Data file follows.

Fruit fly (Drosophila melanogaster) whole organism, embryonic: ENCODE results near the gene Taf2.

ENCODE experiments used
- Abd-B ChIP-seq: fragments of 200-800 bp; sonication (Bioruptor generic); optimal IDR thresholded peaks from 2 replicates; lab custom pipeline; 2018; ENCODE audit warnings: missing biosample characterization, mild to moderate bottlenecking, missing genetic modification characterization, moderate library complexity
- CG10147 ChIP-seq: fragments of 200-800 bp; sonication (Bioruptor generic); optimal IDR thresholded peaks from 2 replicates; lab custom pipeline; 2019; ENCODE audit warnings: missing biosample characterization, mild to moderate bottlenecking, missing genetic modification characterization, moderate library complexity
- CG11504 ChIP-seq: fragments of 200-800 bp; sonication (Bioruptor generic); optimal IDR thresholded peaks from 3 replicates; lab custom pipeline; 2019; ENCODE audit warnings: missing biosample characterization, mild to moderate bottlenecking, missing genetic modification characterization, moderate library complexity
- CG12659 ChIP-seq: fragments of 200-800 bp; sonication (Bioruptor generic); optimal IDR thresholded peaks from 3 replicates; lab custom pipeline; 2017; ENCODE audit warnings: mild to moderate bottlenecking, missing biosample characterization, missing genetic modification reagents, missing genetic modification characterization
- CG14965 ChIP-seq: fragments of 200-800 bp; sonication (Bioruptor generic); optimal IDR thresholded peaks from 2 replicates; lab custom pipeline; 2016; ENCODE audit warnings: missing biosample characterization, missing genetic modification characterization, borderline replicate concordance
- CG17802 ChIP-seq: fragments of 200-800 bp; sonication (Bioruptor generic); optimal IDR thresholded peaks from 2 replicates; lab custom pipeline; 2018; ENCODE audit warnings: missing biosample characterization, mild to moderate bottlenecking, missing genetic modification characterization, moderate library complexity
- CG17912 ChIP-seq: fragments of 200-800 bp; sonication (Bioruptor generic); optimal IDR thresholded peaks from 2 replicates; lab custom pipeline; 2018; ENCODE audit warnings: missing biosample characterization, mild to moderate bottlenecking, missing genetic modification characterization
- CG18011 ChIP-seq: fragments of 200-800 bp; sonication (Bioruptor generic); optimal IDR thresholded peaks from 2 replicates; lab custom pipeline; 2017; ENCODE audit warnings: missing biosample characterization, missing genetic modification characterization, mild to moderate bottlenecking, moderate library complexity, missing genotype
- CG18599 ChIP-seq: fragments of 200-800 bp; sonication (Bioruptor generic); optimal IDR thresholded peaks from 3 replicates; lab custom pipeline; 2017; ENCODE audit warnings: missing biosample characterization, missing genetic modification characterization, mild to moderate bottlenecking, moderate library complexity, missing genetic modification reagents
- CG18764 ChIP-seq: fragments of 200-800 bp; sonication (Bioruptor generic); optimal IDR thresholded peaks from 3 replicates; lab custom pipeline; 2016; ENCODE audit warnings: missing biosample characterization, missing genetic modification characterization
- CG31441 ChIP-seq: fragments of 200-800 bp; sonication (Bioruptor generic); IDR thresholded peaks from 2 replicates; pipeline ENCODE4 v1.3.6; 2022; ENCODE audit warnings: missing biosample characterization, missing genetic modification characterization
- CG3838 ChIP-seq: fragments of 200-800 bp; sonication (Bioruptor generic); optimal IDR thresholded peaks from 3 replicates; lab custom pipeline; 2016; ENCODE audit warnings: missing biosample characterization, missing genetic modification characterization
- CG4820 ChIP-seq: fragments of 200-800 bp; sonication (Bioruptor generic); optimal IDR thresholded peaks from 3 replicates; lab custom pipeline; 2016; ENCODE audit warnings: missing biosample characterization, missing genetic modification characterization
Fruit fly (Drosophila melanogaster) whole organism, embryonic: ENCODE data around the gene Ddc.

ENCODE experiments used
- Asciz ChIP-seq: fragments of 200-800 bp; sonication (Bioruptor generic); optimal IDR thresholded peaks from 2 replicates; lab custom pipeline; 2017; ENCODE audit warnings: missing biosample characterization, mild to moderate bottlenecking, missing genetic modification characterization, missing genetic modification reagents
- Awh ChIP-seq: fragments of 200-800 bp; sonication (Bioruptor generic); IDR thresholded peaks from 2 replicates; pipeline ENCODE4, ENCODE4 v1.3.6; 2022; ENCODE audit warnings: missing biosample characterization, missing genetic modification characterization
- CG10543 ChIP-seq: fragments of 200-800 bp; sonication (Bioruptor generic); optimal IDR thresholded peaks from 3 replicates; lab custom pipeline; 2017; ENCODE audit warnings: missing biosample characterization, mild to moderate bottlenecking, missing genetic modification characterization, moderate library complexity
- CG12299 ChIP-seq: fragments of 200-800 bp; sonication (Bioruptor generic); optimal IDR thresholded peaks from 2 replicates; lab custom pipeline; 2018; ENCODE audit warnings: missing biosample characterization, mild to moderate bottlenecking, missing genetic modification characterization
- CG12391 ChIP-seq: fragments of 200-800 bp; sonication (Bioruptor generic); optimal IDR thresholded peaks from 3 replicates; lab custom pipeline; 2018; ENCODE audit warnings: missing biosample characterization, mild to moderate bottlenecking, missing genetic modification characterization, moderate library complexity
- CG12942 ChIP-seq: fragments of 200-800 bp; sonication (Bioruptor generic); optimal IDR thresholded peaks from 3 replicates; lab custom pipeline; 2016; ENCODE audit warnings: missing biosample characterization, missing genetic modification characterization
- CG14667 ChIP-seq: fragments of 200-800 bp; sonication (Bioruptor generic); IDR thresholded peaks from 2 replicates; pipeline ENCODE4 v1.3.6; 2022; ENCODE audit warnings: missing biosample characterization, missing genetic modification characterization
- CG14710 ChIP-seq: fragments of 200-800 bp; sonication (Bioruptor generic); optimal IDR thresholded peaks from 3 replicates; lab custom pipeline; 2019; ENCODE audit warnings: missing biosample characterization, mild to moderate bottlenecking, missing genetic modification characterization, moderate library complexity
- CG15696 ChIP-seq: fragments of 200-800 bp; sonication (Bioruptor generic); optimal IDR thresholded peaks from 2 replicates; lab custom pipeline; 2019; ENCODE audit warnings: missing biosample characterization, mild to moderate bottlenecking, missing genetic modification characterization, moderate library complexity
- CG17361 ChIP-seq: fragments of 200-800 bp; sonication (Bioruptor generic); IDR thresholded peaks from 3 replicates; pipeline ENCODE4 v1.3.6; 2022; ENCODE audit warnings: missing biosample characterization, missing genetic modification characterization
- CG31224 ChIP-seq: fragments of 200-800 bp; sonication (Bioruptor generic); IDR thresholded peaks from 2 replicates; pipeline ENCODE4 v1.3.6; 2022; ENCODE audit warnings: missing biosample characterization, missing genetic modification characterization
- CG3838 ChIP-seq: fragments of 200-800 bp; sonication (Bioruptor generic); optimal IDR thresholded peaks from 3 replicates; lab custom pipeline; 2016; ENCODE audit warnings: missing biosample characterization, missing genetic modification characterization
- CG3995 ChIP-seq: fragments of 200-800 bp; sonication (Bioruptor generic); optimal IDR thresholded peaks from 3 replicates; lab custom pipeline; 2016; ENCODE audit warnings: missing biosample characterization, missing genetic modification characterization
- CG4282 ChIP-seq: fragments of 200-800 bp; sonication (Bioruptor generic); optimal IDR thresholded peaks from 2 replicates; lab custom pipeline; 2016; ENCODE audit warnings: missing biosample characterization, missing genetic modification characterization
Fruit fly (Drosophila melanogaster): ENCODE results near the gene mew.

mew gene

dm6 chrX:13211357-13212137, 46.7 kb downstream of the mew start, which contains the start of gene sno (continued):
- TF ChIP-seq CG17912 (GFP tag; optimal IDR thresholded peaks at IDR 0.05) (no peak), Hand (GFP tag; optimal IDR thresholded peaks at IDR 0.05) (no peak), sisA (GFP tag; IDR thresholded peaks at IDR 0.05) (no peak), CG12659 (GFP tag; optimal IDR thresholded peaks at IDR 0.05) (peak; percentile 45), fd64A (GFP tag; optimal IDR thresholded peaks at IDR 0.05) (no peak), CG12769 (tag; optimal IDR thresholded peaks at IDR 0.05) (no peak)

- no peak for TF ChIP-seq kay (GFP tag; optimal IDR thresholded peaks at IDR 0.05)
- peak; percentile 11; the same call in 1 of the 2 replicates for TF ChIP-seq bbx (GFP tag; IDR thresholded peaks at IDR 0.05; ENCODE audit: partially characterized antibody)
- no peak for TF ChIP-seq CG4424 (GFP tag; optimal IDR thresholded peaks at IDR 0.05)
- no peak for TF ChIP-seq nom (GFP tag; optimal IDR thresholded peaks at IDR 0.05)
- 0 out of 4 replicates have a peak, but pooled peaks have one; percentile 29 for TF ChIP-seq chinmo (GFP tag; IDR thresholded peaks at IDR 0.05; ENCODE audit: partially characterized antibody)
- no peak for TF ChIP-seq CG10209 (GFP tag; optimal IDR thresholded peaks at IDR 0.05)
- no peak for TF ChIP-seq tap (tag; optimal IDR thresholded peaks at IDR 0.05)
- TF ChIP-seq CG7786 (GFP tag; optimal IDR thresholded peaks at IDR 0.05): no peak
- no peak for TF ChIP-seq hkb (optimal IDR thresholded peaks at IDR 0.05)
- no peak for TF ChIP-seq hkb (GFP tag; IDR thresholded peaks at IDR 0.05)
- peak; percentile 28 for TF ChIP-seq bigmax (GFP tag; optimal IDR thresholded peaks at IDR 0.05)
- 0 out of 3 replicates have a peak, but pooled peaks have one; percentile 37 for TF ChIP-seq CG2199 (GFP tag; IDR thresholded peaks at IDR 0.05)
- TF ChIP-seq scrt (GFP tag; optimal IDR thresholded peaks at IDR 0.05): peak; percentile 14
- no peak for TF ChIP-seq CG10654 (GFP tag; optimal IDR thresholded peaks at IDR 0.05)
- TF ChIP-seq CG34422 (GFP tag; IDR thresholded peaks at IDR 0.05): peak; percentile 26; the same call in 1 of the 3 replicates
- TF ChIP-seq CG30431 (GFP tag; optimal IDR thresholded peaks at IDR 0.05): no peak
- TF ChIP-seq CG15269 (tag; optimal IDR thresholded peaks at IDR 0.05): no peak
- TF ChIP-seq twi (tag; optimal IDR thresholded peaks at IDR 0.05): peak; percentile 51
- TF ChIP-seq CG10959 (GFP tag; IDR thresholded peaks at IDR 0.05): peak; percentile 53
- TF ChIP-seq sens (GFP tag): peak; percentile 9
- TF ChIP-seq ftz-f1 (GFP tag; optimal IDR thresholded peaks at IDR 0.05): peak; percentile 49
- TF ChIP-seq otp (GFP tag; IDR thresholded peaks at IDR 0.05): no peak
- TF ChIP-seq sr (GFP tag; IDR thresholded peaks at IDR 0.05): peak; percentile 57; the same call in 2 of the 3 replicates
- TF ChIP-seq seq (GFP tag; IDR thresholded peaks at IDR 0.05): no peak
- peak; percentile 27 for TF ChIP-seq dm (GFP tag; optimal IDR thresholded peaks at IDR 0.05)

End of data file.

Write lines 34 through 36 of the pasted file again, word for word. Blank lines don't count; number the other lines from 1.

dm6 chrX:13211357-13212137, 46.7 kb downstream of the mew start, which contains the start of gene sno (continued):
- TF ChIP-seq CG17912 (GFP tag; optimal IDR thresholded peaks at IDR 0.05) (no peak), Hand (GFP tag; optimal IDR thresholded peaks at IDR 0.05) (no peak), sisA (GFP tag; IDR thresholded peaks at IDR 0.05) (no peak), CG12659 (GFP tag; optimal IDR thresholded peaks at IDR 0.05) (peak; percentile 45), fd64A (GFP tag; optimal IDR thresholded peaks at IDR 0.05) (no peak), CG12769 (tag; optimal IDR thresholded peaks at IDR 0.05) (no peak)

- no peak for TF ChIP-seq kay (GFP tag; optimal IDR thresholded peaks at IDR 0.05)